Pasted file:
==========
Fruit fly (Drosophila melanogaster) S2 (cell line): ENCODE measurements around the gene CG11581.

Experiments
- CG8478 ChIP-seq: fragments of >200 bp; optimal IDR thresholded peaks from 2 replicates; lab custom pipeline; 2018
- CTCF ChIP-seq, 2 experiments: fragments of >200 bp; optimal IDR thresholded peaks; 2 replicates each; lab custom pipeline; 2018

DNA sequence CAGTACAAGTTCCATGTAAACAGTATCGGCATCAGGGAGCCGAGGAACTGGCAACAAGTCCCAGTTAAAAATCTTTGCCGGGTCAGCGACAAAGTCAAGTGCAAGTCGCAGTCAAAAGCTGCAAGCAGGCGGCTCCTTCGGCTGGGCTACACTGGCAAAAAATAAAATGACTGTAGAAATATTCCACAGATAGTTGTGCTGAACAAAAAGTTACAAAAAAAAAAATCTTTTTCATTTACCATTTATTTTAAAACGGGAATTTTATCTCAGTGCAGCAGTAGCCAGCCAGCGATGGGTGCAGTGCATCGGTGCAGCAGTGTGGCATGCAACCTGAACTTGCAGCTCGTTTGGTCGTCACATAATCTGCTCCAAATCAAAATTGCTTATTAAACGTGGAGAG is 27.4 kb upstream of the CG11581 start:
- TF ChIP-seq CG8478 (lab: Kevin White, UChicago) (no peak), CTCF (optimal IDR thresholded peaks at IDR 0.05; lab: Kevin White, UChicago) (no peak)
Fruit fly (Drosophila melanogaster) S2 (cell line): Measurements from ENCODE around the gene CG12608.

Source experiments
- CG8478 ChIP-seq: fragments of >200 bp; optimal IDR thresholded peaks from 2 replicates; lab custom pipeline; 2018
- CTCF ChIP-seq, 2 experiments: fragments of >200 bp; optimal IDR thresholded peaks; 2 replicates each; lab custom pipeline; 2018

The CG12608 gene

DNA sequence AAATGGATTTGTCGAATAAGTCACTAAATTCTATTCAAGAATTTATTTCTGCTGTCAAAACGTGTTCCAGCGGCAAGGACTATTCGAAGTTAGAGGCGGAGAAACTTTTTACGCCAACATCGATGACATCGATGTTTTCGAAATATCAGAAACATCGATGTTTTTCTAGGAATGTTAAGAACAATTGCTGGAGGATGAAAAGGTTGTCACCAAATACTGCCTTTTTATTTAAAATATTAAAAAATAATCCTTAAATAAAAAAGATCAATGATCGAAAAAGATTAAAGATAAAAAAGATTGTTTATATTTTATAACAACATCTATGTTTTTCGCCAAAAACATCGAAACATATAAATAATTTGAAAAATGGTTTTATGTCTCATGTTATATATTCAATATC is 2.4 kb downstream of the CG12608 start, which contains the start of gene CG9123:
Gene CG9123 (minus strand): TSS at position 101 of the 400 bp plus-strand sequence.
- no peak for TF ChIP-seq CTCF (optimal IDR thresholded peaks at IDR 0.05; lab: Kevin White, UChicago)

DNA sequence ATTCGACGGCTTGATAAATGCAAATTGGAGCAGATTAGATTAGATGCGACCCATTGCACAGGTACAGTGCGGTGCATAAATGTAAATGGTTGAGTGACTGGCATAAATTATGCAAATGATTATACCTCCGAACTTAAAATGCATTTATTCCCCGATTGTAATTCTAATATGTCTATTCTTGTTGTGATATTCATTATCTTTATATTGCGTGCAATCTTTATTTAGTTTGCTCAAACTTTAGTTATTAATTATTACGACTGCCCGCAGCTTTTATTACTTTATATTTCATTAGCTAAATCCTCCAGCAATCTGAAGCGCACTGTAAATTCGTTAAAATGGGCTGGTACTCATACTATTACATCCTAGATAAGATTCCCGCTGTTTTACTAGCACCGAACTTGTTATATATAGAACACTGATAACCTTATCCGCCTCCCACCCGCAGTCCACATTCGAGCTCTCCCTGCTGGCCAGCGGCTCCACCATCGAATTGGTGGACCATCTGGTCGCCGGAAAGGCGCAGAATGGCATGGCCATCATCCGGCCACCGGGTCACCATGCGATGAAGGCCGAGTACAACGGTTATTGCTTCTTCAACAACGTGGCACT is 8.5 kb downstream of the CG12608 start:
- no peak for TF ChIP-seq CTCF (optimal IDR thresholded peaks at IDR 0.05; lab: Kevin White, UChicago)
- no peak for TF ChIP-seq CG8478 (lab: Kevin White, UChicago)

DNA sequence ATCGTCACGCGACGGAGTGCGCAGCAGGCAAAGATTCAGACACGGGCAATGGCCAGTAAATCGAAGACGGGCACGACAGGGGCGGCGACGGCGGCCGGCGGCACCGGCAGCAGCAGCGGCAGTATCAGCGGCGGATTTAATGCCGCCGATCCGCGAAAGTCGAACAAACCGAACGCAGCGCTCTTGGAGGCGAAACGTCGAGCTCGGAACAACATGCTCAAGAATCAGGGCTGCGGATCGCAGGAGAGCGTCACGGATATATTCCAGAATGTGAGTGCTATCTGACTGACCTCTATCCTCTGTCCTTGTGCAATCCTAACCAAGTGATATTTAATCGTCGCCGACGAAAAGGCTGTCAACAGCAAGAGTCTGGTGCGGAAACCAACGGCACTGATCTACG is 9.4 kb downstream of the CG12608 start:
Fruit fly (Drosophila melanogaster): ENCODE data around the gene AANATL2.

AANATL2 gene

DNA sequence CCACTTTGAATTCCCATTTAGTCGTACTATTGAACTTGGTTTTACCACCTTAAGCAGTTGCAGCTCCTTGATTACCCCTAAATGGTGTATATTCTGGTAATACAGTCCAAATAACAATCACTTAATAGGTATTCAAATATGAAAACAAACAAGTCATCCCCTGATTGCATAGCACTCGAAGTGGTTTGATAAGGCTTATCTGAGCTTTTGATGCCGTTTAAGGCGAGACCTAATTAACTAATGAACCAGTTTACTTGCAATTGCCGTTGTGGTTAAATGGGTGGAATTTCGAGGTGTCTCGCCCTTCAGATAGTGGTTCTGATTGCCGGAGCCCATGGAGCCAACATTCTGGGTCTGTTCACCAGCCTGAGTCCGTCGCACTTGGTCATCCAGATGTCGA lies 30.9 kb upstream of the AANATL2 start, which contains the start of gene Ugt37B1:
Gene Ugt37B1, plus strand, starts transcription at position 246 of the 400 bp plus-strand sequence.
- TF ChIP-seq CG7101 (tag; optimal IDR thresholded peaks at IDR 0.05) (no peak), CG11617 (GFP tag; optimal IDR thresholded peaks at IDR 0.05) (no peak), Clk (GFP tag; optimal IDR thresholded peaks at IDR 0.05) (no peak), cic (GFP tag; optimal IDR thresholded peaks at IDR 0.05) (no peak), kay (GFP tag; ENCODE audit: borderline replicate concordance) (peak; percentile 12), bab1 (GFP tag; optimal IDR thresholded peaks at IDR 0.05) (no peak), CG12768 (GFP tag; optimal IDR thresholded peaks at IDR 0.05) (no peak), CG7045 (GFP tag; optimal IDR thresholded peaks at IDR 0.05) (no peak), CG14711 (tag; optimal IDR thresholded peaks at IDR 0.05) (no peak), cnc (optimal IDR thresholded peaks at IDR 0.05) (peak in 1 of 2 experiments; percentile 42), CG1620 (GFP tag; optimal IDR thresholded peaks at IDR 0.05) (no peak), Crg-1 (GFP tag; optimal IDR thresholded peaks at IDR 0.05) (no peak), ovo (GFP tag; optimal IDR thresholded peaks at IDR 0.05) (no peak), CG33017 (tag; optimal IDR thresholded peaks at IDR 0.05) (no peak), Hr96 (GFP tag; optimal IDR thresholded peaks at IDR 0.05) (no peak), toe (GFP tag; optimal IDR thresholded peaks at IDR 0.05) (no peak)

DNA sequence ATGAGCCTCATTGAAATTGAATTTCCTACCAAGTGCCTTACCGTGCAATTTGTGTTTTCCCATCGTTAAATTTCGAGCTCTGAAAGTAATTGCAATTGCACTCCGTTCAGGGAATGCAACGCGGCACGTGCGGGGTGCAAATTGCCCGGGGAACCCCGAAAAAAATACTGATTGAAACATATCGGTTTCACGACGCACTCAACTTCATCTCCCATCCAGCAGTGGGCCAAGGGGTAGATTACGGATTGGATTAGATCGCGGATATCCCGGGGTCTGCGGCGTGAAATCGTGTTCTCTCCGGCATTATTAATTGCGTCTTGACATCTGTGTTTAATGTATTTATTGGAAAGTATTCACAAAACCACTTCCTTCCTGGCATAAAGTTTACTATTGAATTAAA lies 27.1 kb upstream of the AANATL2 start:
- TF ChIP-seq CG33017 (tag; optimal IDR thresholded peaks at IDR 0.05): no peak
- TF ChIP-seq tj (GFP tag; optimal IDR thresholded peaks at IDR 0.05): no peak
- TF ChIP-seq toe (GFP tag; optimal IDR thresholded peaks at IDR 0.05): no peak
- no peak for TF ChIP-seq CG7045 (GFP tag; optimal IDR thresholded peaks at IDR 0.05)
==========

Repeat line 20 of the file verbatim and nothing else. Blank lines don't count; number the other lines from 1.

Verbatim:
AANATL2 gene